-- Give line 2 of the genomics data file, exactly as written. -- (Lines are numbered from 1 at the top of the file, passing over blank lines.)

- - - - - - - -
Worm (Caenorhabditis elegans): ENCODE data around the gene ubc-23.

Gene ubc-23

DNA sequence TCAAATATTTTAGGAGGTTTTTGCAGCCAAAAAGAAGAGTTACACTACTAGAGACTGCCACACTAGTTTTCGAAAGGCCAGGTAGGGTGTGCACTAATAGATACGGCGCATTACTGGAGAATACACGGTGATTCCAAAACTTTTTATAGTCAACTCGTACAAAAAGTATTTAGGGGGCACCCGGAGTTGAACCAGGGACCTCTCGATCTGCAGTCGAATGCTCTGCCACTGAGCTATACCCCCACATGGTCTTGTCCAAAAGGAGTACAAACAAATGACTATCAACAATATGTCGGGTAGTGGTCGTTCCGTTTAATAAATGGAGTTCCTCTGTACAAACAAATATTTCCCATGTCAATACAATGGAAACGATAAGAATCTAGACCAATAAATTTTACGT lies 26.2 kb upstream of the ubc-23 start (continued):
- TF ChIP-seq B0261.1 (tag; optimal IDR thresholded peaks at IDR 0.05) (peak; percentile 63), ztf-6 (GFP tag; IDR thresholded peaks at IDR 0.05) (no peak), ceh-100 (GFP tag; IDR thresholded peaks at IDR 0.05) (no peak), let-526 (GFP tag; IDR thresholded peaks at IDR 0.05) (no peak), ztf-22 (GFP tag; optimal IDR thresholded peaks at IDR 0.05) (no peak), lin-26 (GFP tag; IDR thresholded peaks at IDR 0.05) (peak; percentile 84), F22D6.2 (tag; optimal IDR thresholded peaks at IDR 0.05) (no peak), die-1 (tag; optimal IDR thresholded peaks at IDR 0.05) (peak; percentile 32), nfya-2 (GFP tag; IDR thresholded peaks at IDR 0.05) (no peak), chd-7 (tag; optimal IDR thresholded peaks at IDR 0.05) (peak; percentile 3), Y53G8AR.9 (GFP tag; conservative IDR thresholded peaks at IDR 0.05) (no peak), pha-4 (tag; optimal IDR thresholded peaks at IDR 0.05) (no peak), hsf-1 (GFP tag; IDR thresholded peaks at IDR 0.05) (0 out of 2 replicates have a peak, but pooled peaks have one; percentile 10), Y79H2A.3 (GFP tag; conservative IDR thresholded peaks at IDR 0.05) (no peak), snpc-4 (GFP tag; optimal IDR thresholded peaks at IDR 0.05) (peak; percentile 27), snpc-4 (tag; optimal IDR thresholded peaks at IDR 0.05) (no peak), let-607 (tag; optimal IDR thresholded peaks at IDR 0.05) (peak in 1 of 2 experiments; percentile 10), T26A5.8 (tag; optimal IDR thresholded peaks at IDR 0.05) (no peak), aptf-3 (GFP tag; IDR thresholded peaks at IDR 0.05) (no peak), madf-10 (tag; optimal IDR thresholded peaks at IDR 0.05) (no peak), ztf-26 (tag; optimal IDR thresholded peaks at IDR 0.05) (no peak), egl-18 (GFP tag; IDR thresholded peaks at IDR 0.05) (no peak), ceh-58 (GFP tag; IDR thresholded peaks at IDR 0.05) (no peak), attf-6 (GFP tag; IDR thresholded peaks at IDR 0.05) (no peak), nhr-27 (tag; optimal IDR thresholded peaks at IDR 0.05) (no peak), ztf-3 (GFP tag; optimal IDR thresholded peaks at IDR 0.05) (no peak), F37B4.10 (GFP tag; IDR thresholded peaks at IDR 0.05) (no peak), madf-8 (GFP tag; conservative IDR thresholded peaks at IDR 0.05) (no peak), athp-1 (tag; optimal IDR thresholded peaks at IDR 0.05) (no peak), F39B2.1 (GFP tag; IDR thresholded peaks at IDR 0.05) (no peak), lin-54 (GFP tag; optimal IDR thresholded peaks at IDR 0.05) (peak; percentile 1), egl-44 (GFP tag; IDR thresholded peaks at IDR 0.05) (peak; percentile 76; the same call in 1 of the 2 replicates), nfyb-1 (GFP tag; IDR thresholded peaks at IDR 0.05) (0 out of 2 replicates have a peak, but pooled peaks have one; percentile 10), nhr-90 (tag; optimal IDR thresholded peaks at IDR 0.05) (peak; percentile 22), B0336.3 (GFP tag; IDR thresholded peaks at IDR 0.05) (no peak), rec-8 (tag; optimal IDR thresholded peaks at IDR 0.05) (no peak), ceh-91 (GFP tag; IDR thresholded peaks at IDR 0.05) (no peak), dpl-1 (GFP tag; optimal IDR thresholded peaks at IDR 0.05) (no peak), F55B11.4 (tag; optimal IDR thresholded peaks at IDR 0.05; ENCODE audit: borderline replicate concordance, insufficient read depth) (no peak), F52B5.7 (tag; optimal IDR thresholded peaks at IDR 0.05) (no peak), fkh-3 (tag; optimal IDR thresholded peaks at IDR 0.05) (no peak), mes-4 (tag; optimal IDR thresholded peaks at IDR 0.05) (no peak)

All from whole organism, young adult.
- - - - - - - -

Gene ubc-23